2.       The Helicopter Mum
      Dives sporadically in front of oncoming trollies and keeps her hand on the side of own trolley occasionally catching her knuckles on the treacherous shelves littering either side of the aisle, ensuring her precious offspring come to no harm throughout the perilous task that is doing the weekly shop.  Wide eyed children look all around behaving impeccably. They have no alternative, mum is by their sides every second of the way, warding off dangerous old ladies who might come over and admire or speak to them.

3.       The Attachment Parenting type Mum
This one is very easy to spot.  She’s generally in the organic section singing to her children.  Difficult to tell how well behaved her children are because she’s still wearing the seven year old in a sling.

4.  The Free Range Parenting type Mum
Basically this is the anti-helicopter mum.  She can be spotted strolling along while her children run, no gallop, up and down the aisles, discovering themselves as they play piggy in the middle and donkey with tins of beans and a chocolate fudge cake.  She is not stressed by events.  She is at one with the supermarket. Her children’s behaviour could be described as wilful or
playful if you were feeling particularly kind.

5.       The bit of every type mam/mum/mom
      This is majority of mums/mams/moms shopping. Slightly, (ok a bit more than slightly) frazzled, dishing out orders and threats to her various children, placating toddlers on the verge of tantrums and willing strangers not to engage with those already mid tantrum.  She can be observed expertly manoeuvring the trolley single handedly, up and down the various aisles, knowing exactly what she needs without having to refer to a list, while answering the twenty questions per minute directed at her by her children looking to purchase various items. She smiles weakly and knowingly at other “bit of every type mam/mum/moms” hoping the baby won’t wake up for a feed before she’s finished and willing the queue at the checkout not to be too long. Her children’s behaviour depends on the humour they’re in!

6.       The Dad
      Immediately identifiable by the dazed and confused look on his face. A supermarket’s dream, he can be seen regularly referring to a list drawn up by his other half, without which he would spend twice the amount and bring home half the essentials. He can also be heard asking of his children, “how many of you did I bring with me again?” His unease in the unfamiliar surroundings is palpable. His children’s behaviour is typically supportive.  They know this can be an overwhelming experience for him.

     Who would have thought shopping could be such an eye opening experience!


Finding out you’re pregnant is often one of the most exciting times in a woman’s life.  From the time the test confirms it, our heads are filled with dreams, ideals and plans about how life will change and immediately we mentally prepare for the nine months ahead. Impending parenthood beckons for the first time or again, all going well – but sadly, sometimes it doesn’t.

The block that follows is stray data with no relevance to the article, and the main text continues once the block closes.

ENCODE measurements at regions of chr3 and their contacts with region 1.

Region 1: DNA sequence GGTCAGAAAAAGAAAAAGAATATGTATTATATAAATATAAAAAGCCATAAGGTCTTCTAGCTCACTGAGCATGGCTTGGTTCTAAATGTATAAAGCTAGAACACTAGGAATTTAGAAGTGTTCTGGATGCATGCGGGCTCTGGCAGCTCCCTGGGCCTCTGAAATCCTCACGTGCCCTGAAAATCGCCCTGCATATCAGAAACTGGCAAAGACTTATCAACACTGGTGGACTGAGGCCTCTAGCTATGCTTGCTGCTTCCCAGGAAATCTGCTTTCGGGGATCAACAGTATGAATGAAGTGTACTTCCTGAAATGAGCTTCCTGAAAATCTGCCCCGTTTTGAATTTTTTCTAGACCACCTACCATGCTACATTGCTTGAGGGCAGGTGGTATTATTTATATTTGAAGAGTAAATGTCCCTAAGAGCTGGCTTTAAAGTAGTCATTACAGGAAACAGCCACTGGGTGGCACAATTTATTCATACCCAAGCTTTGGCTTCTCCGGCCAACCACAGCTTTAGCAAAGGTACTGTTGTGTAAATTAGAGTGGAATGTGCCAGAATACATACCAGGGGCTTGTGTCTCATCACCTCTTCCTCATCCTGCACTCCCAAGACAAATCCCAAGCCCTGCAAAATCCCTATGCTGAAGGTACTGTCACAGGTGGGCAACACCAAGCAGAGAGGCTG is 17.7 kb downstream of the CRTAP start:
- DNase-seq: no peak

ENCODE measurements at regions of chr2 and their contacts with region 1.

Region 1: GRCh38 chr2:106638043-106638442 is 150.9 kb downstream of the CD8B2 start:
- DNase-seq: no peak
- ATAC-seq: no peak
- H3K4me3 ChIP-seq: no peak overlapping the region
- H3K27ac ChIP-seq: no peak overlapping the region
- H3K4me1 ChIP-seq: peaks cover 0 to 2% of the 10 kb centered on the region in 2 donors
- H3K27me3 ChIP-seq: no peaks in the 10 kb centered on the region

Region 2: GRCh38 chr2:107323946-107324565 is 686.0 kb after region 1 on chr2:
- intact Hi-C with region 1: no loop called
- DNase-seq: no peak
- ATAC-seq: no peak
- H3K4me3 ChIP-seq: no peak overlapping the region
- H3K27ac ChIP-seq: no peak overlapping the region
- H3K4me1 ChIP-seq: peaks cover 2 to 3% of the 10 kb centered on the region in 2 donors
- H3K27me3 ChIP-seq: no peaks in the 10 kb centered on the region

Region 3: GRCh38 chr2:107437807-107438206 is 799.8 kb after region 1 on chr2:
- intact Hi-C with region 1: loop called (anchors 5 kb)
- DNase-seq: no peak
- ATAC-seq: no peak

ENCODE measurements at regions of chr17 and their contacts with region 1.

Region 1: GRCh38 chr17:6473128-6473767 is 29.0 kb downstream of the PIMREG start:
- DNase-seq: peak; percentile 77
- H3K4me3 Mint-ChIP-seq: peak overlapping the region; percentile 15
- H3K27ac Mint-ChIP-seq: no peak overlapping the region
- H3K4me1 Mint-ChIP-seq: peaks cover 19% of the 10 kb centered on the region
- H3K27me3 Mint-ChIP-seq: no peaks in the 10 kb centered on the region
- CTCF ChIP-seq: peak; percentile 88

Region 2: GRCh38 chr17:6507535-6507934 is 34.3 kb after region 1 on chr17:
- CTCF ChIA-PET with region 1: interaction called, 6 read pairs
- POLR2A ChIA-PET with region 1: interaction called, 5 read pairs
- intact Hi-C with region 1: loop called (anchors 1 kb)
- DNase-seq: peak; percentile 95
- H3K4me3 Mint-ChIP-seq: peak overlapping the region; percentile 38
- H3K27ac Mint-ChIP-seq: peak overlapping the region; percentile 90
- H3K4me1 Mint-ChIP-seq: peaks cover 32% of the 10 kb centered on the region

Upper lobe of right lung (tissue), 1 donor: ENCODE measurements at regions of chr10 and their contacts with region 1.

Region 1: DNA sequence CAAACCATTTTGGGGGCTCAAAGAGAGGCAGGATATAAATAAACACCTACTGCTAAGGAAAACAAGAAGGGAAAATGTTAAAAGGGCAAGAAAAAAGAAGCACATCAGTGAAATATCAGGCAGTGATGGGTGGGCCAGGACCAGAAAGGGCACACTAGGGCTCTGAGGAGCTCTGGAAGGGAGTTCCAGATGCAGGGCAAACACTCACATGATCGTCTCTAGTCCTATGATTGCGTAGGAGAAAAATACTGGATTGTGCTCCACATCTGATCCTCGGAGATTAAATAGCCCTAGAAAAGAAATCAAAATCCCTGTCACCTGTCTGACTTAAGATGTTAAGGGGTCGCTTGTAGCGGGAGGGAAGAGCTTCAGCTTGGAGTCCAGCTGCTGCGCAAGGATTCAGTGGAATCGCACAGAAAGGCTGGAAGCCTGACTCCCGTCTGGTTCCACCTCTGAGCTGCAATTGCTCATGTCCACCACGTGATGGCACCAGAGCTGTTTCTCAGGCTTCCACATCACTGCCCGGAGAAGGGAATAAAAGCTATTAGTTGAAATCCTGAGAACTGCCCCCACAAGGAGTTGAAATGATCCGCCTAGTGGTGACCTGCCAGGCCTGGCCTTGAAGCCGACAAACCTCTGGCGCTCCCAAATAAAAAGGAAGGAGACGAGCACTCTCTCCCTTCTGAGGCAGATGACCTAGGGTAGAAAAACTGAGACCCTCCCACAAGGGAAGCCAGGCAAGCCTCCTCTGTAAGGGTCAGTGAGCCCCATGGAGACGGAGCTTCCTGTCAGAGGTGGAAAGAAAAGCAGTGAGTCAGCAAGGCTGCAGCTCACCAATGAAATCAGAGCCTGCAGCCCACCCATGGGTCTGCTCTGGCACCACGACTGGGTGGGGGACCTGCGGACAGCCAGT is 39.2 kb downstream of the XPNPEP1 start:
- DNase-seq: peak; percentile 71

It’s estimated that roughly one in four pregnancies end in miscarriage, though it has been suggested that the rate may well be higher taking into account the fact that many miscarriages occur before a woman even knows she is pregnant. With statistics like this it’s not surprising that most of us will know someone who has been affected by miscarriage or maybe will have been through it ourselves.  Even armed with the numbers, if it happens to you it can be one of the saddest and loneliest times.  A dream shattered, a
heart broken, a baby lost.

I have been pregnant eleven times.  I have seven children.  Nothing could have prepared me for the first time I had a miscarriage.  I was young, with
a toddler already and it was the furthest thing from my mind.  I will never forget hearing the sonographer confirm that there was no heartbeat. I will never forget moving into the doctor’s room to discuss whether or not I wanted an ERPC or to wait for “nature to take it’s course”.  I will never forget that surreal feeling leaving the hospital and going home to my toddler daughter, looking at her knowing the sibling we thought she would have earlier, was not to be.  I will never forget the emptiness I felt the next day when I woke from the anaesthetic after the “procedure” and I remembered my baby was gone.

Future pregnancies were overshadowed by my real fear and knowing, that something could go wrong and in between the births of other children, it did indeed go wrong three further times. People often don’t know what to say to you at the time and even well intentioned comments and remarks can
really hurt.  I just wanted to have someone to talk to and recognise that I should have had that baby.

That’s one of the difficult things about miscarriage, people deal with it differently and it can be hard for the person looking in to know what to do and for the person going through it to know if their reaction is “appropriate” almost.  There is no right or wrong way to feel.  There is only the way you do feel.


Four different angels hang on our Christmas tree every year, alongside individual decorations belonging to my seven children. Our eleven precious decorations take pride of place and make us smile now instead of cry. I know what a lucky woman I am.  My beautiful rainbow babies came but, the four who started their journey and never completed it, live always in my heart.